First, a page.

At the very least, when looking at the TEFL providers in Barcelona, make sure your class is accredited and has 100-hours of academic coursework and a minimum of 6 hours of practicum (live practice teaching with real EFL students). This is impossible to do in short courses, so avoid those cheaper courses you see being held in hotels over the weekend.

Key takeaway: Check the finer points of the TEFL course – do you get 6 hours of teaching practicum, with real students followed by feedback from an experienced professor who gives you points to work on in your next lessons, and develop as a teacher!

  1. What Support & Guidance Are Included to Help Me Find a Job?

What does that €200, €500, etc. TEFL class really include?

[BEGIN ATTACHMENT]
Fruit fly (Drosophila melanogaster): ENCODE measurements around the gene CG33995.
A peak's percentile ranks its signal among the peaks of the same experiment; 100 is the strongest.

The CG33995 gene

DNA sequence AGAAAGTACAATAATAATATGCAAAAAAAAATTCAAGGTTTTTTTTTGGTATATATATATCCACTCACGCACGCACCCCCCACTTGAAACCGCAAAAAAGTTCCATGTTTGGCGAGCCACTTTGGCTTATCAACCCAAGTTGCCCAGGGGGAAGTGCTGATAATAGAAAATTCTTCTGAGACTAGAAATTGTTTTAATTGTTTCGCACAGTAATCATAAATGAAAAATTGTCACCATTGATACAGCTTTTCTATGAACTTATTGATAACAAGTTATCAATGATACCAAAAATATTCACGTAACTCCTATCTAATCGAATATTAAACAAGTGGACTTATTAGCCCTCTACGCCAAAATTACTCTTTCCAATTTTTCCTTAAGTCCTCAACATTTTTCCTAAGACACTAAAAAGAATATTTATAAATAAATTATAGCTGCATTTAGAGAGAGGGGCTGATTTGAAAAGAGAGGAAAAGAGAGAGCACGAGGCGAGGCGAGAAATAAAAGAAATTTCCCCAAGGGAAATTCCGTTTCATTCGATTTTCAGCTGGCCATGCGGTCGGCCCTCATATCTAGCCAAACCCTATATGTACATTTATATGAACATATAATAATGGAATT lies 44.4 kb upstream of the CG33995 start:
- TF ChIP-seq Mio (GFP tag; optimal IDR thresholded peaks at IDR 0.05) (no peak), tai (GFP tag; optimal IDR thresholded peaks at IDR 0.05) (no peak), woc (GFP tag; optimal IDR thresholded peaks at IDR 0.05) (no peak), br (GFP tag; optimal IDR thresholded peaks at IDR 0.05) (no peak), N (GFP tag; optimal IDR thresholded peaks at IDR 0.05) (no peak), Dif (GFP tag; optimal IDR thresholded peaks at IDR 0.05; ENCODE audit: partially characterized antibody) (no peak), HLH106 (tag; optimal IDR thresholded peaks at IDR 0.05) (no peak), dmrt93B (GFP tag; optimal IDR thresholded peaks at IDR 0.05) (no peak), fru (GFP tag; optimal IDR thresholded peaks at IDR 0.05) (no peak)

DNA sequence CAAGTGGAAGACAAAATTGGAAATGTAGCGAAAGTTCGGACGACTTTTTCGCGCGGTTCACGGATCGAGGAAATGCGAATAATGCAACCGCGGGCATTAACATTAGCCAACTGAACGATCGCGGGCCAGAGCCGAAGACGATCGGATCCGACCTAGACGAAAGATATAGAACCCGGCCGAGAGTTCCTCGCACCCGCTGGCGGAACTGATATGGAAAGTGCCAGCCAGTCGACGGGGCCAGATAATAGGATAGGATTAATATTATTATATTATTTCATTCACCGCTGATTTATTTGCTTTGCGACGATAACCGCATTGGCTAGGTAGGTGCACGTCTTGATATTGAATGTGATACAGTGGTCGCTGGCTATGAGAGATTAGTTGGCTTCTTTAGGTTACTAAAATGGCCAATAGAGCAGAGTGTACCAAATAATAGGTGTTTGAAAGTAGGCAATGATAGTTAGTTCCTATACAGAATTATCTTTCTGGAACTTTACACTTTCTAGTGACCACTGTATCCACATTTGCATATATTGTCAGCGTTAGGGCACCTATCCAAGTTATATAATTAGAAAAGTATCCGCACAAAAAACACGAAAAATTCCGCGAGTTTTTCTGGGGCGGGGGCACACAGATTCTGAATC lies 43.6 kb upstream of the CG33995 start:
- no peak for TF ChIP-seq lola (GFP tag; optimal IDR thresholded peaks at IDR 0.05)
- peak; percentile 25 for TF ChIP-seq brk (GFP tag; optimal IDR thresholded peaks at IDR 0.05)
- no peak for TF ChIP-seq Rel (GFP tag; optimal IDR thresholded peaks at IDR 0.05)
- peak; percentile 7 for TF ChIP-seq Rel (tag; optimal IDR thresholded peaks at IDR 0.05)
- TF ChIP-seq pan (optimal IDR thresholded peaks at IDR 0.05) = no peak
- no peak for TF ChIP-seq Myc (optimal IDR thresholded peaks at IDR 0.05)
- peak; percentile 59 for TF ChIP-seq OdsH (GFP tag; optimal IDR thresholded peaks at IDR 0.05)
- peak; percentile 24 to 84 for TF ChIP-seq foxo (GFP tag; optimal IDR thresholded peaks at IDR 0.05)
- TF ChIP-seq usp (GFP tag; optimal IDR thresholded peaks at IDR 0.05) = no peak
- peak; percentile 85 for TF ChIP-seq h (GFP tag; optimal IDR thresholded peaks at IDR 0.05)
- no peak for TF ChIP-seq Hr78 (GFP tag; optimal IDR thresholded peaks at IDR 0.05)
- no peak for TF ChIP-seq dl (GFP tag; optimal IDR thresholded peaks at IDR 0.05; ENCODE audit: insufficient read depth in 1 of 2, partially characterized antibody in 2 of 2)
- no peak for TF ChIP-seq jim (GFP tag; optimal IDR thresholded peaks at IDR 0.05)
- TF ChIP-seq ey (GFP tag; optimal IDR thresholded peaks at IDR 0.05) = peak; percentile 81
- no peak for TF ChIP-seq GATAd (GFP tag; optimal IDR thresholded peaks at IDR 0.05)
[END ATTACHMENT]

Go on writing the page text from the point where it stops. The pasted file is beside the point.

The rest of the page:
To sum up, at this point you’ve been taught by a university-level instructor, and you’ve also received an internationally accredited and recognised TEFL qualificcation all for a cost equivalent to an average road bike.

What should happen after your TEFL class? Are you sent links to a few job boards and told, «good luck!? Or are you working with a trained professional who is helping you create a customized plan for your job search so that you know where to start?

You need to know if you’re receiving any sort of post-course job search guidance. You need to know how much (if any) human interaction or personalized support is included in your tuition. Will you have access to networking opportunities or a way to connect with fellow alumni?